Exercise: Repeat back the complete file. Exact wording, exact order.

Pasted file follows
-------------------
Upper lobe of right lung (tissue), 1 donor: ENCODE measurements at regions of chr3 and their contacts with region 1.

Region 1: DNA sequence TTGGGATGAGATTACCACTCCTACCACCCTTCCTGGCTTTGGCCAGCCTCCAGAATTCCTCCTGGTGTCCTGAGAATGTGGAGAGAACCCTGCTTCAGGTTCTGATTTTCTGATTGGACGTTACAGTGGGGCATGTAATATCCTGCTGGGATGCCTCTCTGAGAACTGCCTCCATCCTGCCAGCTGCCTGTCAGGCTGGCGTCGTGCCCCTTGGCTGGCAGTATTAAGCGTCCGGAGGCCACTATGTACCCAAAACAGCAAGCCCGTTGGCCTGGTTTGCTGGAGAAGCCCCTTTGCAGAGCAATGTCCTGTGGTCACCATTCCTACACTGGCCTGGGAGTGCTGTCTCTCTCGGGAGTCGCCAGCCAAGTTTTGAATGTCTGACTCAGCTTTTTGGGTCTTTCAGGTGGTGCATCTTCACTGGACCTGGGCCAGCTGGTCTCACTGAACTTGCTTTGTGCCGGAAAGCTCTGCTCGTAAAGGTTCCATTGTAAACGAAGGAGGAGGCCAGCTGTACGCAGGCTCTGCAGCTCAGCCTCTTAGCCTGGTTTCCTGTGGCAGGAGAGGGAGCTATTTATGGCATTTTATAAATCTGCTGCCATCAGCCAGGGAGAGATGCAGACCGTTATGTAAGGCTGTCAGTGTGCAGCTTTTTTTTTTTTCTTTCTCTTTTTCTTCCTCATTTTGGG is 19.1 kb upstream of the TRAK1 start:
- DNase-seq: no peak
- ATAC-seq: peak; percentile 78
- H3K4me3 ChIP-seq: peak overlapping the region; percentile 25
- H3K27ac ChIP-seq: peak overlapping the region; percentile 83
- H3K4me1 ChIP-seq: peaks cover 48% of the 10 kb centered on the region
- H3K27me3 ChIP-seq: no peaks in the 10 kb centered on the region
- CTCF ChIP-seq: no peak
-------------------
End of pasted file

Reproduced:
Upper lobe of right lung (tissue), 1 donor: ENCODE measurements at regions of chr3 and their contacts with region 1.

Region 1: DNA sequence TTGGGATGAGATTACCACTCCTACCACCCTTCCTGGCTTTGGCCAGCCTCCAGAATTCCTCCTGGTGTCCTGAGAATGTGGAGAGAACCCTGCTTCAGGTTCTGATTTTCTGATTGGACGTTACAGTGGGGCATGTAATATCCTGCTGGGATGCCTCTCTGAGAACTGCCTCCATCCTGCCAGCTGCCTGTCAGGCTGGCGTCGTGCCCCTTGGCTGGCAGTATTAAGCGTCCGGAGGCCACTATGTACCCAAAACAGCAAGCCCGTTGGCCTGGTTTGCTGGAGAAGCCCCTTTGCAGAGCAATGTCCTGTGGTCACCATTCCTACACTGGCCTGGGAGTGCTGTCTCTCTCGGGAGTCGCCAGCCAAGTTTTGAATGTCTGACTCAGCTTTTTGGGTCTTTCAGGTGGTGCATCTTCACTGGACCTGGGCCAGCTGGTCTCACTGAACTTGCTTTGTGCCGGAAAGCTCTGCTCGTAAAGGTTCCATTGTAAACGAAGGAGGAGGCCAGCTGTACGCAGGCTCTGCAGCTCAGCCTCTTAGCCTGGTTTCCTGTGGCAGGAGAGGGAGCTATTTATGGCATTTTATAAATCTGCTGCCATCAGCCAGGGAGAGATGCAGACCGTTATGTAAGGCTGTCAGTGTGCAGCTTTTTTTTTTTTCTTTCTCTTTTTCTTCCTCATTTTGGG is 19.1 kb upstream of the TRAK1 start:
- DNase-seq: no peak
- ATAC-seq: peak; percentile 78
- H3K4me3 ChIP-seq: peak overlapping the region; percentile 25
- H3K27ac ChIP-seq: peak overlapping the region; percentile 83
- H3K4me1 ChIP-seq: peaks cover 48% of the 10 kb centered on the region
- H3K27me3 ChIP-seq: no peaks in the 10 kb centered on the region
- CTCF ChIP-seq: no peak